RSB Bedford Assoc. LLC v Ricky's Williamsburg, Inc.

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RSB Bedford Assoc. LLC v Ricky's Williamsburg, Inc. 2013 NY Slip Op 08526 Decided on December 24, 2013 Appellate Division, First Department Published by New York State Law Reporting Bureau pursuant to Judiciary Law ยง 431. This opinion is uncorrected and subject to revision before publication in the Official Reports.

Decided on December 24, 2013
Tom, J.P., Andrias, Saxe, Freedman, Richter, JJ. 10888-
602303/09 10889

[*1]RSB Bedford Associates LLC, Plaintiff-Respondent-Appellant,


Ricky's Williamsburg, Inc., etc., et al., Defendants-Appellants-Respondents.

Santamarina & Associates, New York (Gill Santamarina of
counsel), for appellants-respondents.
Gallagher, Harnett & Lagalante LLP, New York (Brian K.
Gallagher of counsel), for respondent-appellant.

Judgment, Supreme Court, New York County (Bernard J. Fried, J.), entered July 20, 2012, awarding plaintiff $1,048,708.97, unanimously affirmed, without costs. Appeal from order, same court and Justice, entered on or about May 11, 2012, which confirmed in part and rejected in part the Special Referee's report and recommendation as to damages, unanimously dismissed, without costs, as subsumed in the appeal from the judgment.

This Court previously held that plaintiff's ability to close on the contract for purchase of the subject building was frustrated by defendants' repudiation of their agreement to lease space therein. As such, defendants cannot claim that closing was a condition precedent to plaintiff's recovery of contract damages since a party causing the failure of a condition is not permitted assert it as a defense (91 AD3d 16, 23 [1st Dept 2011], citing Rachmani Corp. v 9 E. 96th St. Apt. Corp., 211 AD2d 262, 270 [1st Dept 1995]). However, as we noted, while the propriety of damages was not then before us, the issue of whether defendants "caused" the transaction to fail is immaterial to any determination of the amount of damages (id. at 22-23).

The evidence that plaintiff's purchase of the building was not consummated and that the seller retained the security deposit is sufficient to support the Referee's finding that the transaction did not close (see Poster v Poster, 4 AD3d 145 [1st Dept 2004], lv denied 3 NY3d 605 [2004]). The plain language of the parties' side-letter agreement made clear that plaintiff could not proceed with the purchase of the property if defendants did not proceed with the lease for space in the building. However, the Referee did not err in finding that rent due under the lease was unrecoverable because it was not sufficiently foreseeable that defendants would be held liable for lost rent at the time the parties entered into their agreement (Hadley v Baxendale, 9 Exch 341, 156 Eng Rep 145 [1854]). Moreover, it would be unjust to award plaintiff the gross amount of rent due under the lease without deducting the operating costs attributable to the leased premises, which are unknowable (see American List Corp. v U.S. News & World Report, 75 NY2d 38 [1989] [alleged lost future profits incapable of proof with reasonable certainty]).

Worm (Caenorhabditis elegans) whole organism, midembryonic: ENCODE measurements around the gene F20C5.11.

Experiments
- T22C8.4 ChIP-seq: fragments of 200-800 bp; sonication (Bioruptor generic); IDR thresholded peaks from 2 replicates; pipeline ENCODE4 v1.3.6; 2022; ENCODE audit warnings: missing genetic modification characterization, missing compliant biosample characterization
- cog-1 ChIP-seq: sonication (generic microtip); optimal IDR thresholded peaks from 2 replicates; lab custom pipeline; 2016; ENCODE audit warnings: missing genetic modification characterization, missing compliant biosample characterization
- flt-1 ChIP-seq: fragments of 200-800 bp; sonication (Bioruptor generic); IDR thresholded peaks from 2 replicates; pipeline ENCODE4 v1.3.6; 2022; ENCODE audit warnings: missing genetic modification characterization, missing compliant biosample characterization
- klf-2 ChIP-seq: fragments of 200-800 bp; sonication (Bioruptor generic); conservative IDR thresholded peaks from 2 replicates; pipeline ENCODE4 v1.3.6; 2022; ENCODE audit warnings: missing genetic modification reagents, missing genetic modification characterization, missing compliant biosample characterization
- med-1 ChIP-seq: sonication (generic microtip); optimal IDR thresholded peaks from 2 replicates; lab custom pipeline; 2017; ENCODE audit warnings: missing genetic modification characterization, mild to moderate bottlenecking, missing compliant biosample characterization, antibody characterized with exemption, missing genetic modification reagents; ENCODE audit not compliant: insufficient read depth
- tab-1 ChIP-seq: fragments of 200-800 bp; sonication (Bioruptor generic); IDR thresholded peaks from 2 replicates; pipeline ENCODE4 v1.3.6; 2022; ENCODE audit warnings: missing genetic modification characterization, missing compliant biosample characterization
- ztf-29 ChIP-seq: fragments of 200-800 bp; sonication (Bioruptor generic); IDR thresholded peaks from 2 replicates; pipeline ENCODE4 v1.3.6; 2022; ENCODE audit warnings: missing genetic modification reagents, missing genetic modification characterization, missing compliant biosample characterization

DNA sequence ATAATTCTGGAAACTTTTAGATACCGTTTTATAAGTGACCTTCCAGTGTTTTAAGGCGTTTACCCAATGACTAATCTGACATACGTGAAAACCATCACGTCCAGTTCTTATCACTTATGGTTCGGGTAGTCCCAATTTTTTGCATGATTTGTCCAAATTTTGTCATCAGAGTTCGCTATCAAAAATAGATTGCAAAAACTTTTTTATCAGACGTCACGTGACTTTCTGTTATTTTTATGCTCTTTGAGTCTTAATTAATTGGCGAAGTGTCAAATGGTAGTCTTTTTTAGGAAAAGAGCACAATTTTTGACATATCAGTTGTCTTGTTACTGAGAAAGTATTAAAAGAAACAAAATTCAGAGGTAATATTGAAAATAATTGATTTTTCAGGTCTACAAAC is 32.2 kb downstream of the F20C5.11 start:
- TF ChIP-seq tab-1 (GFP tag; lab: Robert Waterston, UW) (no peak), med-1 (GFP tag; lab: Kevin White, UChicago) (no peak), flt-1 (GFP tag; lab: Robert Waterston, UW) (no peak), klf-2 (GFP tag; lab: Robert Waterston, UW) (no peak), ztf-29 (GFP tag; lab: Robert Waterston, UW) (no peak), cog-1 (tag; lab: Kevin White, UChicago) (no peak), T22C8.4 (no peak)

Likewise, there is no indication that, as a consequence of the breach, plaintiff would not only be unable to purchase the building but would also face a foreseeable loss of a hypothetical [*2]opportunity to sell it several years later. Lost profits from the sale of the building, which plaintiff never owned, at some point in the indefinite future to an unknown purchaser are patently speculative (see id.; Bi-Economy Mkt., Inc. v Harleysville Ins. Co. of N.Y., 10 NY3d 187, 193 [2008]). Plaintiff is nevertheless entitled to recover expenses incurred for renovations necessary to create a "pop-up" store because the parties' agreement expressly makes those costs the responsibility of defendants.

While recovery of attorneys' fees by "the successful party" is provided for in the lease, the Referee properly reduced the amount sought by plaintiff to reflect that while it was the prevailing party (see Board of Mgrs. of 55 Walker St. Condominium v Walker St., 6 AD3d 279, 280 [lst Dept 2004]; cf. Walentas v Johnes, 257 AD2d 352 [lst Dept 1999]), it did not prevail on all of its claims, particularly those seeking "expectancy" (extraordinary) damages (see Duane Reade v 405 Lexington, L.L.C., 19 AD3d 179, 180 [lst Dept 2005]; Matter of Rahmey v Blum, 95 AD2d 294, 304 [2d Dept 1983]; Nestor v Britt, 16 Misc 3d 368, 380 [Civ Ct, NY County 2007], affd 19 Misc 3d 142[A], 2008 NY Slip Op 51042 [U] [App Term 2008]).